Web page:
It’s useful to think of potential customers as MQLs. Most people are going to need insurance at some point whether they acknowledge it or not. You should begin with the soft sell approach and learn what you can about the customer’s needs. Having a solid grasp of what benefits the insurance you’re selling actually provides is crucial here. You don’t want to promise things you can’t deliver.

Take time to build a solid sales relationship with the customer. Gradually, you can start to employ the methods of dealing with an SQL as trust is gained. Insurance sales can be a long and trying process, but understanding where you are in the sales cycle can help.

Working with an Outsourced Sales Agency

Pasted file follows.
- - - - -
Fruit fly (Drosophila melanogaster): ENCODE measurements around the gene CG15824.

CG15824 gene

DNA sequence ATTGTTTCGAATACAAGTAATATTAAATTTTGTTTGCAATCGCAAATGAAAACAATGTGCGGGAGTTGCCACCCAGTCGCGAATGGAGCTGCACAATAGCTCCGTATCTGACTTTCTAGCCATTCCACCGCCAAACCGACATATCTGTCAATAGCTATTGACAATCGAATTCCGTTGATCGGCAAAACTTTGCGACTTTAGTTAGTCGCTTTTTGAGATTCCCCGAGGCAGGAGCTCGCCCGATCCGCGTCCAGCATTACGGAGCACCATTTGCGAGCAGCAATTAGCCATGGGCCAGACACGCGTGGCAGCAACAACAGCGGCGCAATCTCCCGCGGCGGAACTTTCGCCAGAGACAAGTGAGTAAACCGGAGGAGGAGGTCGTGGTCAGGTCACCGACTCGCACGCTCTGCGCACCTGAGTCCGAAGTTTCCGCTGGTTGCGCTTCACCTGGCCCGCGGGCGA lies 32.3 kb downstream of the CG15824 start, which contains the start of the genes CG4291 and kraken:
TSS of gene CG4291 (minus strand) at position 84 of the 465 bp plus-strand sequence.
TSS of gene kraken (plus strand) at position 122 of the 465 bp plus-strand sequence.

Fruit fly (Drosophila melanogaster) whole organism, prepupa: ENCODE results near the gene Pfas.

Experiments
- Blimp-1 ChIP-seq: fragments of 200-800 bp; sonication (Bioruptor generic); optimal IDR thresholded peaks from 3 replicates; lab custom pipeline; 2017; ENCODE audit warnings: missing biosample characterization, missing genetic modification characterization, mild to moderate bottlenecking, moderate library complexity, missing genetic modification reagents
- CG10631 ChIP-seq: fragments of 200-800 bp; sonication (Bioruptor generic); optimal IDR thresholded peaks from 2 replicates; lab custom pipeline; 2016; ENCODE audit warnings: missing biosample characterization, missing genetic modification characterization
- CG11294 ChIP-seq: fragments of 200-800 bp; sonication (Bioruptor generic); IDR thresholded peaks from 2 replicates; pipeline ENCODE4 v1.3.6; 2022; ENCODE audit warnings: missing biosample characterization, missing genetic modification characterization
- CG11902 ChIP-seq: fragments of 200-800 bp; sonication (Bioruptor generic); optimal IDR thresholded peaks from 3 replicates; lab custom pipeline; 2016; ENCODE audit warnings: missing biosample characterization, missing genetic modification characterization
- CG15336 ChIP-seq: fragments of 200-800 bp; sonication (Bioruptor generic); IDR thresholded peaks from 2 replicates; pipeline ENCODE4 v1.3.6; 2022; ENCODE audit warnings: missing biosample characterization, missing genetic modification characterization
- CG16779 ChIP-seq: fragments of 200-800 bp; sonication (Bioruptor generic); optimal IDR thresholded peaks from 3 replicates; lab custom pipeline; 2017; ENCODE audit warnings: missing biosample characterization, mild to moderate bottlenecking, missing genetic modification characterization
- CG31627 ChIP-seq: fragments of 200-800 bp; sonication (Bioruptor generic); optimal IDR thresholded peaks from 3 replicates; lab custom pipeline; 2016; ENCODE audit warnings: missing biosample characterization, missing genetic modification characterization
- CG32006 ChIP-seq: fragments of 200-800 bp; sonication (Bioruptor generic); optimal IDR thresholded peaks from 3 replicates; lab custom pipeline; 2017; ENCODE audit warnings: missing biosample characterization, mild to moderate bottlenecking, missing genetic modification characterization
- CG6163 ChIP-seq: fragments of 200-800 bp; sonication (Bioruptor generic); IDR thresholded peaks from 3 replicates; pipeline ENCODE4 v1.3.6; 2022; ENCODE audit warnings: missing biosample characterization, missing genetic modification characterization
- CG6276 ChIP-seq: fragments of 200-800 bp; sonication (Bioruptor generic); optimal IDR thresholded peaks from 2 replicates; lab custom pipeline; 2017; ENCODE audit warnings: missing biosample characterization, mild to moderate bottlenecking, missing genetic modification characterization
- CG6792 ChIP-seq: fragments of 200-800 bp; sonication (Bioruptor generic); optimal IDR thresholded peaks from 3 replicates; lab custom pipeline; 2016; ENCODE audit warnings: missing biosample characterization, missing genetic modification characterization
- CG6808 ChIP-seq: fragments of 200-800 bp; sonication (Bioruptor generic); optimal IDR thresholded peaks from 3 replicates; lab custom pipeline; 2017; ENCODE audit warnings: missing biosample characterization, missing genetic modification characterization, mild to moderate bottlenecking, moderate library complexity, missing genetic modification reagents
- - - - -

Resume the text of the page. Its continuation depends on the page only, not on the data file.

Ultimately, the better your sales team understands the differences and roles of MQLs vs. SQLs, the more successful they’ll be at growing sales and driving leads. Understanding how these concepts apply to your sales funnel can prevent situations where time is lost on customers who aren’t ready to convert.

Do you want to improve your sales performance to the next level? Consider hiring an outsourced sales company like LeadJen. At LeadJen, we provide scalable, cost effective solutions such as month-to-month contract models and sales automation. We’re dedicated to helping businesses improve growth and reach their sales goals. Contact LeadJen to learn more about how we can help.